50 Facts About American Bald Eagles

Last updated on March 25th, 2023

Conservation and Devotion

41. Chemical Culprit

A pesticide called DDT almost wiped out the bald eagle population. The numbers plummeted from 500,000 in the 1700s to 412 nesting pairs in the 1950s. DDT affects their calcium metabolism. It made egg shells thin and brittle such that they cracked during incubation.

42. Compounding Causes

The chemical castration was not the only problem. The eagles also lost much of their traditional habitat because of deforestation. Hunters also shot thousands of them, with many fearing that eagles grabbed young lambs and children.

43. First Legal Protection

In 1918, the US and Canada signed the Migratory Bird Treaty. It made hunting illegal for over a thousand species. The treaty also covers feathers, eggs, and nests. Other countries in North America joined later.

44. Focused Legislation

In 1940, Congress stepped up with the Bald and Golden Eagle Protection Act. The law prohibited commercial killing and trapping of these birds. Later amendments increased restrictions and penalties, but the population continued to drop.

45. Pesticide Ban

Scientists eventually discovered the role of DDT. In 1972, the US banned the use of this pesticide. Canada and other countries adopted similar measures. The population bounced back, and the risk level changed from Endangered to Least Concern.

A Native American Cherokee elder.
A Native American Cherokee elder. Photo © Joe Sohm

46. A Sacred Bird

Native Americans consider the bald eagle a sacred bird. It is a messenger between gods and humans, carrying prayers up the sky. The Pawnees see them as symbols of fertility because of the way they protect their young and build high nests.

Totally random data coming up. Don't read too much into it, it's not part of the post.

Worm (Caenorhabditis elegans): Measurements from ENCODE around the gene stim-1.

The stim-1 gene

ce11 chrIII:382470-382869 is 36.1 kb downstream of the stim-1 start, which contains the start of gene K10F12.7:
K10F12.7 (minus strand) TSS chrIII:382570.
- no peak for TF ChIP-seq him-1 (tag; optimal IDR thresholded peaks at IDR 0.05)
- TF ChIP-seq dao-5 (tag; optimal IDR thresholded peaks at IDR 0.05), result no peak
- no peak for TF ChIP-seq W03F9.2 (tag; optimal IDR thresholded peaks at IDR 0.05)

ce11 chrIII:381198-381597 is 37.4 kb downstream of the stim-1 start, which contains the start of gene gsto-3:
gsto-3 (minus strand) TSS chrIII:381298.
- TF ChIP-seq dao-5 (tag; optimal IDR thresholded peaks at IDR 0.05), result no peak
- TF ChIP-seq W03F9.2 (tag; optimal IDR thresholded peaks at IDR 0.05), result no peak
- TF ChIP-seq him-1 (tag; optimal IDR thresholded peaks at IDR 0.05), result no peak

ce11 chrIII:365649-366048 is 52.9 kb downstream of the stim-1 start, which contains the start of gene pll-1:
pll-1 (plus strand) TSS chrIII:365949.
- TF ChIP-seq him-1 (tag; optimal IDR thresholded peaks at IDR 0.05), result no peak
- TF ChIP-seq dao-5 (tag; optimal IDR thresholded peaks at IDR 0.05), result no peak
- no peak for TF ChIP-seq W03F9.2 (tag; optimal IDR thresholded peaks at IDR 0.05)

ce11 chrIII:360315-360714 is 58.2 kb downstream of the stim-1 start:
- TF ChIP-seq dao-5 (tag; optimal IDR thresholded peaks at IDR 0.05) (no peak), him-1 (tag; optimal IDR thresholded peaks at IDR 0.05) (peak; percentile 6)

47. The Eagle Feather Law

Demand for eagle feathers made regulation necessary to protect the bird. Only individuals of certified Native American ancestry can get the feathers legally for religious use. You can find them in ceremonial fans, dresses, and headgear.

48. A Symbol of Honor

The Lakota people, also known as the Teton Sioux, traditionally gave an eagle feather to individuals who completed an honorable task. Nowadays, it can serve as a reward for milestones such as college graduation.

49. Roman Inspiration

In the eyes of the founding fathers, the Roman Republic represented the ideal. The golden eagle is a ubiquitous symbol in Ancient Rome, so they thought it was apt to adopt the bald eagle as the national symbol of the United States.

50. Bird Behaving Badly

Not everyone was happy with the selection. Benjamin Franklin could not hide his dismay in a letter to his daughter in 1784. He says the bald eagle is a poor choice because of its thieving tendency. It also lacks courage. Even small birds can drive it out with spirited attacks.

Bald eagles – quick facts

Binomial nameHaliaeetus leucocephalus
Conservation statusleast concern
SpeciesH. leucocephalus
SubspeciesH. l. leucocephalus – southern bald eagle

H. l. washingtoniensis – northern bald eagle
Incubationby both parents , 34 - 36 days
Eggs2, sometimes 1-3 (white)
Age at first flight10-12 weeks
Lifespanup to 50 years